Last night, the Duke of Sussex was joined on stage by internationally renowned singer Rita Ora at a Hampton Court Palace fundraising concert in aid of Prince Harry's Sentebale charity.
The night was attended by an influx of celebs including actress Rosamund Pike, Gemma Arterton, Tom Hardy and Katherine Jenkins, and was billed as a celebration of African and Western culture.
Watch as Prince Harry arrives at the Sentebale Audi Concert at Hampton Court Palace
During the spectacular evening, Harry took to the stage to welcome Ora - a Sentebale ambassador - and spoken word performer George the Poet.
The concert will raise awareness and funds for Sentebale, the charity founded by the Duke and Lesotho’s Prince Seeiso, to support children and young people living with HIV and Aids in Lesotho, Botswana and Malawi – countries where the virus remains a leading cause of death.
Richard Miller, Sentebale’s chief executive, said of the evening: “We’re delighted that Prince Seeiso and some of our advocacy champions will be joining some of the biggest global performers to help Sentebale deliver a sustainable, quality programme for children and young people affected by HIV, enabling them to lead healthy, happy and productive lives.”
Among the other acts that performed were INALA, a Zulu ballet created by award-winning choreographer Mark Baldwin and featuring the Soweto Gospel Choir, and Morena Leraba – a musician and shepherd from Lesotho who fuses traditional Famo music with western influences from rock to reggae.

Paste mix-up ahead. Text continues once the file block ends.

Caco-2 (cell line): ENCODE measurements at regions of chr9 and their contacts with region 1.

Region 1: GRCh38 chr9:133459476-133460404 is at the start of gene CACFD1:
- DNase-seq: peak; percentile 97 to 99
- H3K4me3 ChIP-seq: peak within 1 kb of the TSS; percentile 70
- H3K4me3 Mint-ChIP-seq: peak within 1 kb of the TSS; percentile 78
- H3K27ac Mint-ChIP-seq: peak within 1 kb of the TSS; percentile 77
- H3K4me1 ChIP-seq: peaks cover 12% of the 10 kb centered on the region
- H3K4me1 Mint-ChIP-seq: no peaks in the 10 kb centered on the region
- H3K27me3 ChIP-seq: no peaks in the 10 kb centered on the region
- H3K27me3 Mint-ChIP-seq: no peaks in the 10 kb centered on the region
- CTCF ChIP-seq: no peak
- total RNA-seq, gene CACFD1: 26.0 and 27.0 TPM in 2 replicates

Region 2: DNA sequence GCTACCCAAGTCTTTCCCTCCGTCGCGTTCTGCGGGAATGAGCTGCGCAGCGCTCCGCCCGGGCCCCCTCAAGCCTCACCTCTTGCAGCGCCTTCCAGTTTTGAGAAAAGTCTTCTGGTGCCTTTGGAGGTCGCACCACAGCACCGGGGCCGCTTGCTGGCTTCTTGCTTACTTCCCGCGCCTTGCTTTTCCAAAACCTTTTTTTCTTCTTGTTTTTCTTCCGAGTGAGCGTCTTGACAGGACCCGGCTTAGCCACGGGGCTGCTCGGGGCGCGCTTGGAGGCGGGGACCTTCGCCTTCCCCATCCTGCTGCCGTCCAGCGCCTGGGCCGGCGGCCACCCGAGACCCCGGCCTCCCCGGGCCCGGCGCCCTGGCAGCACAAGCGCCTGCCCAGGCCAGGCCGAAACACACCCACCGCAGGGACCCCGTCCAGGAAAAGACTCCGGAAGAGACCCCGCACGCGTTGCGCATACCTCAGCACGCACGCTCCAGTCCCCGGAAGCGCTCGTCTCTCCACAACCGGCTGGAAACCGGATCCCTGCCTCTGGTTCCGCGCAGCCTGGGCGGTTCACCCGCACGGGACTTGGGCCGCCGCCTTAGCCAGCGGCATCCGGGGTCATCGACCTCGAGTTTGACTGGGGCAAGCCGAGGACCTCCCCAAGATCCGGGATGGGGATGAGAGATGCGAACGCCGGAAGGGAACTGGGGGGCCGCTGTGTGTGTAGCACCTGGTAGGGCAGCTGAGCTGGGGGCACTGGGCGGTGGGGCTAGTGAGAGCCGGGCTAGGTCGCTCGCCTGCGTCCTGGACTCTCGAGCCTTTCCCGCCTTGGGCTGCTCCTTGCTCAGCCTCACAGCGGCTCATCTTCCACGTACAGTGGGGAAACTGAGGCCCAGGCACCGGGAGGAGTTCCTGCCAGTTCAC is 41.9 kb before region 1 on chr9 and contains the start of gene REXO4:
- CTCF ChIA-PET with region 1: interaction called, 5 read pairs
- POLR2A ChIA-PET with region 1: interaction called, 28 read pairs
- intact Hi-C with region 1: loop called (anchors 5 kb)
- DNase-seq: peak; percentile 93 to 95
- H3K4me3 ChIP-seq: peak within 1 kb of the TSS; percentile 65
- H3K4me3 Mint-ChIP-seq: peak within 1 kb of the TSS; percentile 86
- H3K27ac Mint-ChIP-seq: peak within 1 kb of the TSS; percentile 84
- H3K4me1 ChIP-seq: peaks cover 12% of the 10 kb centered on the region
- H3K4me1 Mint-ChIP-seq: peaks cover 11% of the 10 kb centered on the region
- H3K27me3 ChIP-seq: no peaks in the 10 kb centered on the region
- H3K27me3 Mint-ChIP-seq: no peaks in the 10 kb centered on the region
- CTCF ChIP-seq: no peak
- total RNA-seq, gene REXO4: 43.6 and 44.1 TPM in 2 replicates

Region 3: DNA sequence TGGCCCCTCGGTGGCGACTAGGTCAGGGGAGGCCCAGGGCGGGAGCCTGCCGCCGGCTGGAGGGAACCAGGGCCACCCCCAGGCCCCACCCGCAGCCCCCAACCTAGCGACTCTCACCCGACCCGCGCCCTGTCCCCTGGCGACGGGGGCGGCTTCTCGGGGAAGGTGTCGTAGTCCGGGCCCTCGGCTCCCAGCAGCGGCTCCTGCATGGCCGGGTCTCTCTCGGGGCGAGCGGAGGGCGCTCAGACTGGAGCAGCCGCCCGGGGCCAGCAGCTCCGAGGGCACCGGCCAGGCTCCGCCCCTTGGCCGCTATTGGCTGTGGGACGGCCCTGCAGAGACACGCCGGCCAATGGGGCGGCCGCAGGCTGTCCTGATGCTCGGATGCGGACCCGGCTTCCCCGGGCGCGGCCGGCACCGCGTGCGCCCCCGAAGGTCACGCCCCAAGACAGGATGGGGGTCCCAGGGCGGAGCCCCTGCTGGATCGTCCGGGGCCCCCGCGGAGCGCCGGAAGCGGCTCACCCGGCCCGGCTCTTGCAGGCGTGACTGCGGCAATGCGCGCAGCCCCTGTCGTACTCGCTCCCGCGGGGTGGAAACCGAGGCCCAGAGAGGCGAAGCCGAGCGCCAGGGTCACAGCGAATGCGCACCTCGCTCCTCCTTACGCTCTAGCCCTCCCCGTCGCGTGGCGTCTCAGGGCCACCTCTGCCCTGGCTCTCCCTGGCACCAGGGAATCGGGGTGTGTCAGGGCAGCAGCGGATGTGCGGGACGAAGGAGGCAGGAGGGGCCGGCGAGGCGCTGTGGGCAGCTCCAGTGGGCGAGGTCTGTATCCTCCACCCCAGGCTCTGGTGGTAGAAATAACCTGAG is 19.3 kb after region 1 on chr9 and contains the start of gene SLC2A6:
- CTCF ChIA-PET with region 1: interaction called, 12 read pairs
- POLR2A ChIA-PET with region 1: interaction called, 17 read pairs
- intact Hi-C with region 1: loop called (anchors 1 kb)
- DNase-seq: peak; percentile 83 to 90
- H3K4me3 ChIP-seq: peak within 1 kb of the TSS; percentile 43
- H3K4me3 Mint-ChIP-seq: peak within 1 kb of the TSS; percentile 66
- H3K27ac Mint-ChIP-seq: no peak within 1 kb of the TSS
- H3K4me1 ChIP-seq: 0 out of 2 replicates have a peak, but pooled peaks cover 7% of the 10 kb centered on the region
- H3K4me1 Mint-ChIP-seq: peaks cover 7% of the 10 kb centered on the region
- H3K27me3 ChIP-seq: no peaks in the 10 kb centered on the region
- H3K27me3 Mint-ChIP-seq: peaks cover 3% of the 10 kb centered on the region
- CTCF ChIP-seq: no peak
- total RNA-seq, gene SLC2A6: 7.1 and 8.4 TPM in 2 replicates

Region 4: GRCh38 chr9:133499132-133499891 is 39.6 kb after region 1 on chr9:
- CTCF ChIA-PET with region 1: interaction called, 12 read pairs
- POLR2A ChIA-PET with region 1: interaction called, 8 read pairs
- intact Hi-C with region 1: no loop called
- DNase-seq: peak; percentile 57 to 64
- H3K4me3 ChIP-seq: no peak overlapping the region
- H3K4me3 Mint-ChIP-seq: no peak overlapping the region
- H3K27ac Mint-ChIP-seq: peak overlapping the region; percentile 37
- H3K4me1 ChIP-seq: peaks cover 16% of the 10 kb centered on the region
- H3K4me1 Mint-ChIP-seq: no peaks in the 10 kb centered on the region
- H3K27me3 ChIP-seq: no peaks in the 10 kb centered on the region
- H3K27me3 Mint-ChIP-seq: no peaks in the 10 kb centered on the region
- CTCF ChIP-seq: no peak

The choir B Positive, who were Britain’s Got Talent finalists in 2018, thoroughly entertained the audience of 3,000, as did Prince Seeiso and two of Sentebale’s Let Youth Lead advocates from Lesotho and Botswana, Rethabile Sereba and Sekgabo Seselamarumo.
The duke staged his annual fundraising polo match in aid of Sentable last month and helped his side emphatically beat their opponents in Rome.
Harry and Seeiso said in their foreword to the official match programme: “There has been great progress made worldwide in combating the Aids epidemic but HIV remains one of the leading causes of death for adolescents in sub-Saharan Africa.
“Three out of four new HIV infections in 15 to 19-year-olds are among young women.
“Stigma is a major factor preventing young people knowing their HIV status and accessing life-saving treatment and care.
“Since 2006 we have been working hard to deliver programmes that help the most vulnerable children in Lesotho, Botswana and more recently Malawi get the support they need.”